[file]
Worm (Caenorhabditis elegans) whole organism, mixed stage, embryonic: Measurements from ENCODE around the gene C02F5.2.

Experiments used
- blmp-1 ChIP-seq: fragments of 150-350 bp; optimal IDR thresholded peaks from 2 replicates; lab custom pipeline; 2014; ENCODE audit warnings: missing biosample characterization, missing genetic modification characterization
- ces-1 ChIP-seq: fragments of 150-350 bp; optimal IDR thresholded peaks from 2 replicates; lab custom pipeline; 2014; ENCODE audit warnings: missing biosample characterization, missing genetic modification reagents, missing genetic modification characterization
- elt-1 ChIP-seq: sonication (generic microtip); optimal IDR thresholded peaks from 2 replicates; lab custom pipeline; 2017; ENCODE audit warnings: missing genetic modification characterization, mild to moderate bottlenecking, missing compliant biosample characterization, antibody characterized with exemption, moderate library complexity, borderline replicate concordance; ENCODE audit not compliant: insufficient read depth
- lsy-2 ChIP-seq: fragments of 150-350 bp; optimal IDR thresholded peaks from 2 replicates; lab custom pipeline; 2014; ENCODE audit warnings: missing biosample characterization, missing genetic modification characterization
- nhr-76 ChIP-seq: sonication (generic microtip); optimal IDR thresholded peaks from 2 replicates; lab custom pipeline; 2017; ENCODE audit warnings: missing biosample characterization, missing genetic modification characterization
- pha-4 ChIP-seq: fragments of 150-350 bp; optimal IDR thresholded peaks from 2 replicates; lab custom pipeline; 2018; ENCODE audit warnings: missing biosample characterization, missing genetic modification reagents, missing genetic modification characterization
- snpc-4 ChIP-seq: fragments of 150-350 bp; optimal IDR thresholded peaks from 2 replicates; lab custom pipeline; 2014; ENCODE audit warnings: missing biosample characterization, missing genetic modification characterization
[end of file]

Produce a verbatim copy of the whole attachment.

Worm (Caenorhabditis elegans) whole organism, mixed stage, embryonic: Measurements from ENCODE around the gene C02F5.2.

Experiments used
- blmp-1 ChIP-seq: fragments of 150-350 bp; optimal IDR thresholded peaks from 2 replicates; lab custom pipeline; 2014; ENCODE audit warnings: missing biosample characterization, missing genetic modification characterization
- ces-1 ChIP-seq: fragments of 150-350 bp; optimal IDR thresholded peaks from 2 replicates; lab custom pipeline; 2014; ENCODE audit warnings: missing biosample characterization, missing genetic modification reagents, missing genetic modification characterization
- elt-1 ChIP-seq: sonication (generic microtip); optimal IDR thresholded peaks from 2 replicates; lab custom pipeline; 2017; ENCODE audit warnings: missing genetic modification characterization, mild to moderate bottlenecking, missing compliant biosample characterization, antibody characterized with exemption, moderate library complexity, borderline replicate concordance; ENCODE audit not compliant: insufficient read depth
- lsy-2 ChIP-seq: fragments of 150-350 bp; optimal IDR thresholded peaks from 2 replicates; lab custom pipeline; 2014; ENCODE audit warnings: missing biosample characterization, missing genetic modification characterization
- nhr-76 ChIP-seq: sonication (generic microtip); optimal IDR thresholded peaks from 2 replicates; lab custom pipeline; 2017; ENCODE audit warnings: missing biosample characterization, missing genetic modification characterization
- pha-4 ChIP-seq: fragments of 150-350 bp; optimal IDR thresholded peaks from 2 replicates; lab custom pipeline; 2018; ENCODE audit warnings: missing biosample characterization, missing genetic modification reagents, missing genetic modification characterization
- snpc-4 ChIP-seq: fragments of 150-350 bp; optimal IDR thresholded peaks from 2 replicates; lab custom pipeline; 2014; ENCODE audit warnings: missing biosample characterization, missing genetic modification characterization